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Candidates' promises could fall with economy

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Nominees shakes hands after the debate
One of these two will have to address an ailing economy when he takes office.
PAUL J. RICHARDS/AFP/Getty Images

For the past three weeks, the debate over whether to bail out the financial services industry has dominated the headlines and campaign talking points.  Both Republican John McCain and Democrat Barack Obama addressed the economy during visits to Minnesota and Wisconsin.

"A lot of you have the economy on your minds so let's start here, a vote for me will guarantee immediate pro-growth action, tax cuts for America's hard working families," McCain said. "Strong support for small businesses which are the backbone of the economy."

"People have asked whether the size of this rescue plan together with the weakening economy means that the next president will have to scale back his agenda," Obama said.  "The answer is yes and no.  With less money flowing into the treasury, some useful programs, and programs that I have proposed on the campaign trail, will have to be delayed.  But there are some certain investments in our future that we cannot delay precisely because our economy is in turmoil."

Even before the bailout bill passed, nonpartisan tax analysts said the tax plans put forth by both candidates would significantly increase the national debt over the next 10 years.  Now the debt facing the next president is even bigger.  

"There's certainly an outflow right now that worsens the fiscal situation and doesn't make the prospects for fiscal responsibility any better than a month ago," said the Tax Policy Center's Roberton Williams on the financial rescue package. "In fact they make it much worse."

Both candidates have said on the campaign trail that they're willing to make some sacrifices in light of the bailout bill but won't revamp their top initiatives like tax cuts, health care and energy spending.  

Obama is still pushing a second stimulus package of $50 billion.  He is also proposing to cut taxes for low and middle class Americans. He wants to raise taxes for individuals making more than $200 thousand a year and couples who make more than $250 thousand a year.  

Obama's economic policy adviser, Jason Furman, said Obama's plan would revive the economy from the bottom up.      

"His economic philosophy is the way to achieve broad, widely shared growth is from the bottom up," he said. "By investing in people, by empowering people.  Helping them go to college, helping them save, helping them invest and get a job.  All of that will then unleash the power of ordinary Americans to generate our economic growth."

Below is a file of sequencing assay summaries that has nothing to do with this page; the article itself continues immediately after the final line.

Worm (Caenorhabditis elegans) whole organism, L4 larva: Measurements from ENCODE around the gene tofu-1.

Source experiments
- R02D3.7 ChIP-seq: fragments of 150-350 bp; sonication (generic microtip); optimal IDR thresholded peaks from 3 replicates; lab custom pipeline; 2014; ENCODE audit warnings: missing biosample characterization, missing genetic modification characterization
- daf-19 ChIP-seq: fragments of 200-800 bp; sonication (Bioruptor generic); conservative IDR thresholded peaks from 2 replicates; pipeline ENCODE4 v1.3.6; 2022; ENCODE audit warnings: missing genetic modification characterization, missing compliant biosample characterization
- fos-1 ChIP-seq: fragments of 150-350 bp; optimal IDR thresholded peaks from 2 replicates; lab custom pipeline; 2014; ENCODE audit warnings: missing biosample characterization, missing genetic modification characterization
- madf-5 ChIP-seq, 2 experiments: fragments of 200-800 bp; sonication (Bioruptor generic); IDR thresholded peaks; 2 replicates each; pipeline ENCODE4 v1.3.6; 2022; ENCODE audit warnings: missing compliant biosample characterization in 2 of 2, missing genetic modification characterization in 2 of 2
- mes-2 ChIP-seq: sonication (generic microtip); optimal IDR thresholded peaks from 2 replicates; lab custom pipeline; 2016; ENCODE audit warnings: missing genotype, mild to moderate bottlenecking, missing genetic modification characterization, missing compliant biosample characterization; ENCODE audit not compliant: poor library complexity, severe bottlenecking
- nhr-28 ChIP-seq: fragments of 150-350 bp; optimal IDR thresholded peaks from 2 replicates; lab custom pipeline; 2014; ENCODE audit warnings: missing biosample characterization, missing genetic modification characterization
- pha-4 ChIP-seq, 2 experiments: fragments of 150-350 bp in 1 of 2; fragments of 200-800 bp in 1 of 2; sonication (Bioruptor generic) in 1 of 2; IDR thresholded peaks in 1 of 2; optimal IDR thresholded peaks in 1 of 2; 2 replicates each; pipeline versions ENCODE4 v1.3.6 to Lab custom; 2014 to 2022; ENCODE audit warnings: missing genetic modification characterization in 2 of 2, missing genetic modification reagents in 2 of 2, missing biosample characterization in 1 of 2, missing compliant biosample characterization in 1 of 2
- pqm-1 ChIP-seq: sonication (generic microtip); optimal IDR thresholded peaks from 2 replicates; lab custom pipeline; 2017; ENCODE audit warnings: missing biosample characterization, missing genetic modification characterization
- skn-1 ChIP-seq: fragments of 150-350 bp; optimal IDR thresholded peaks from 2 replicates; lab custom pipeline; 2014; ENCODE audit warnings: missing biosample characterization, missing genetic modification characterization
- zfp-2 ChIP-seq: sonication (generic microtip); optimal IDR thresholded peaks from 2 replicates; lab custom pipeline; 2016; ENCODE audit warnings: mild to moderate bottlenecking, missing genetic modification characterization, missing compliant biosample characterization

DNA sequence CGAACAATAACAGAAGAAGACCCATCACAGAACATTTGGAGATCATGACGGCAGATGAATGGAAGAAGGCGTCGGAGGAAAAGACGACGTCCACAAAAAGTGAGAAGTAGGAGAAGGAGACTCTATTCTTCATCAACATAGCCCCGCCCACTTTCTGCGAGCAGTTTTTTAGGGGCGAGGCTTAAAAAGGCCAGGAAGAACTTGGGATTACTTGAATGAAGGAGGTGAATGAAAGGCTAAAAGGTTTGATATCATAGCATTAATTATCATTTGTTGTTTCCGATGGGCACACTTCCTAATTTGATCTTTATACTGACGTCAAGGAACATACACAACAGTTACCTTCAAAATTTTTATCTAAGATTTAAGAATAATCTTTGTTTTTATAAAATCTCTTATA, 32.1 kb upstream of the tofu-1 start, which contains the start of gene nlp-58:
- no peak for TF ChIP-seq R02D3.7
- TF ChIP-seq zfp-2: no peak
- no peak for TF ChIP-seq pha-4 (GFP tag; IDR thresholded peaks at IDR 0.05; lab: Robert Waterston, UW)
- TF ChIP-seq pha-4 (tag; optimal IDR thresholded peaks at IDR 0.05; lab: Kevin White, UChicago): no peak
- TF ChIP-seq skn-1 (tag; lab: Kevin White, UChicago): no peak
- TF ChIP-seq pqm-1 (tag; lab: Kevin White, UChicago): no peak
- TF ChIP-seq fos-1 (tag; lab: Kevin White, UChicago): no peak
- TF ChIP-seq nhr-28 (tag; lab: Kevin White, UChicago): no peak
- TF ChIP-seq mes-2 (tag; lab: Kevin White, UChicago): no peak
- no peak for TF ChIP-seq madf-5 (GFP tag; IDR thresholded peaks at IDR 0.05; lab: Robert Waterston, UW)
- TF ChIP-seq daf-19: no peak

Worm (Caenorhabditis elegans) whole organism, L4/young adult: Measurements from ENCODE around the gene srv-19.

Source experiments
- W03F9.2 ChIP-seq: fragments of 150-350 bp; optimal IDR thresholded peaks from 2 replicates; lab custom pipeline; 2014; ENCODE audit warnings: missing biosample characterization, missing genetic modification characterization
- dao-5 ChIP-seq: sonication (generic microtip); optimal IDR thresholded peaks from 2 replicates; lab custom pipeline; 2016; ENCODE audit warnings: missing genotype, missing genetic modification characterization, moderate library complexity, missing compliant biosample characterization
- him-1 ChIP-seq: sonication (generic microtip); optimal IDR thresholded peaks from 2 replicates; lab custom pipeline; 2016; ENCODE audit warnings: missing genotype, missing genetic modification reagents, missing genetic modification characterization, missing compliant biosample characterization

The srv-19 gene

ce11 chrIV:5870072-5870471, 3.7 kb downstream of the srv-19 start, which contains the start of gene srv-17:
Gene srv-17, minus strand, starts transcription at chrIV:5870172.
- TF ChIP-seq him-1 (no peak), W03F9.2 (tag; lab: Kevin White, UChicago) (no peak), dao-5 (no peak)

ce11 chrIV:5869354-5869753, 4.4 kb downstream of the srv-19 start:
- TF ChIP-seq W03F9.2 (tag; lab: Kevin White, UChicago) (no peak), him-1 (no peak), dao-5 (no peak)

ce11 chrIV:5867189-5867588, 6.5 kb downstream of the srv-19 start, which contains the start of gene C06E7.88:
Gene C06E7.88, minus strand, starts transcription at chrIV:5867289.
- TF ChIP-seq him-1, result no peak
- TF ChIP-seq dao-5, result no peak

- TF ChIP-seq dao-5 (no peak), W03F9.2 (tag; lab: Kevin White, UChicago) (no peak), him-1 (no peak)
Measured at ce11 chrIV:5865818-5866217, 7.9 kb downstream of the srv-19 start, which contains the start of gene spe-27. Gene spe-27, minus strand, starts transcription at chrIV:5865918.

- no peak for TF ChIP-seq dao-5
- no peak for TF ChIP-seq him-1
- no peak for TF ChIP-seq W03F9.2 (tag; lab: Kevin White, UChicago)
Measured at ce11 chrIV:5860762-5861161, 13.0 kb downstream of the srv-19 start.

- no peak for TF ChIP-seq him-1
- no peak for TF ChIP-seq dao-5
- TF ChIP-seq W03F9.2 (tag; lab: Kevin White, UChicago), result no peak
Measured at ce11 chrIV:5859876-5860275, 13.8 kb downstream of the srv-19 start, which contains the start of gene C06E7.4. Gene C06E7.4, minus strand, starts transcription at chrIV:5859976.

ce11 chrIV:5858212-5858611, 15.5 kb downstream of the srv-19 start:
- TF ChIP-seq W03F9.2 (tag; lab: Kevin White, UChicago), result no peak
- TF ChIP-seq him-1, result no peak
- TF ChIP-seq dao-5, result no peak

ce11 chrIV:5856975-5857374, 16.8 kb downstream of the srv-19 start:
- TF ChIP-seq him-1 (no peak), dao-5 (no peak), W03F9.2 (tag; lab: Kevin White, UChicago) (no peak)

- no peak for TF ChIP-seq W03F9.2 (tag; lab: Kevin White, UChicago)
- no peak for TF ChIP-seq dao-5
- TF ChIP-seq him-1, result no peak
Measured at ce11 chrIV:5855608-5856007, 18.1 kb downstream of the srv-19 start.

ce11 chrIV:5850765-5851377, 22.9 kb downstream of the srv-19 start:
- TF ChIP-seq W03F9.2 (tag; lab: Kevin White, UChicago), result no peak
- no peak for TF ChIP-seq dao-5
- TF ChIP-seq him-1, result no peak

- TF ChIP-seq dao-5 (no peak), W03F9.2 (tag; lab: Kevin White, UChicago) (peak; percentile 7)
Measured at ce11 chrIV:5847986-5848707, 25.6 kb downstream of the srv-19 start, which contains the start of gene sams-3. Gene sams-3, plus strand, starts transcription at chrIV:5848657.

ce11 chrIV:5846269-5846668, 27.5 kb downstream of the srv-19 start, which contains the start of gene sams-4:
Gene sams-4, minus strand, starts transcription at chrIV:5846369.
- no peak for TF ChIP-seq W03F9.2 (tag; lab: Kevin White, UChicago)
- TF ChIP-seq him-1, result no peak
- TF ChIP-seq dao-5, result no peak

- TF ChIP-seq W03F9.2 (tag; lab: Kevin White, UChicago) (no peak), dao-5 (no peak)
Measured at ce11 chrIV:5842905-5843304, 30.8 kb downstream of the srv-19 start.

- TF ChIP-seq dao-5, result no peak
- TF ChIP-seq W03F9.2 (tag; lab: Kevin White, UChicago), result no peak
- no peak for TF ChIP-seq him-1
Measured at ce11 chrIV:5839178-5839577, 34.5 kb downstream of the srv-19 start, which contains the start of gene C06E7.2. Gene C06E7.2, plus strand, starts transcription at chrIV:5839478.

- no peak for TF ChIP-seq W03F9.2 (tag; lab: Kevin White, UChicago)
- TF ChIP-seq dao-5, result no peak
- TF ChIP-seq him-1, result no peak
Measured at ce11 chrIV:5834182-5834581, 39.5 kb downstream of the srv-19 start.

Obama has proposed some spending cuts such as drawing down U.S. troops from Iraq, eliminating waste and fraud in Medicare and Medicaid and opening bidding on most government contracts.  

Obama told reporters last week that he won't be able to balance the budget in the first two years of his administration.  

"We will be living within our means," he said, "but what we can't do is close all of the hole that we've gotten ourselves into over the last eight years overnight.  It would be too drastic and there are some core investments that we have to make on things like energy.  So what we're doing is making sure that the deficit is not increasing and then over the course of four years under my administration slowly reducing it."  

John McCain's tax plan would cut taxes for all Americans.  The plan would provide larger tax cuts for wealthier people.  Middle class households would see an average tax cut of $319. 

McCain's economic policy adviser Douglas Holtz Eakin said McCain's tax plan is designed to create more jobs.  It would make the Bush tax cuts permanent, reduce the corporate income tax rate and provide other incentives for small businesses.  

"At this point every policy is viewed through the lens of creating jobs for American workers," he said.  "The climate in the United States is one where we need jobs for the foundation of a stronger housing market, which is the foundation of the ability to finance higher education. And as a result jobs are the most important issue."

When asked about the budget deficit, Holtz Eakin said McCain can maintain all of the Bush tax cuts and reduce the deficit.  

"There's simply no substitute for getting the economy growing, getting people in jobs," he said.  "That would be the best thing for the deficit as well.  The remainder of Sen. McCain's approach to getting the deficit under control has been built on spending controls, not increasing spending."

But The Tax Policy Center's Roberton Williams said McCain's plan to balance the budget is overly ambitious.  He said McCain's tax plan would increase the debt by $5 trillion over the next 10 years.  

"That would require essentially zeroing out all nondefense discretionary spending," he said.  "If you protected the military and the entitlement spending that we have, Medicare and Social Security and the like, you would have to essentially get rid of all other federal spending in order to balance the budget which is a hard order to fill."

The size of the deficit and a struggling economy could be a double edged sword for the next president. It would make it harder for him to keep his promises.  But voters may be less likely to punish the president for not keeping campaign promises the taxpayers clearly can't afford.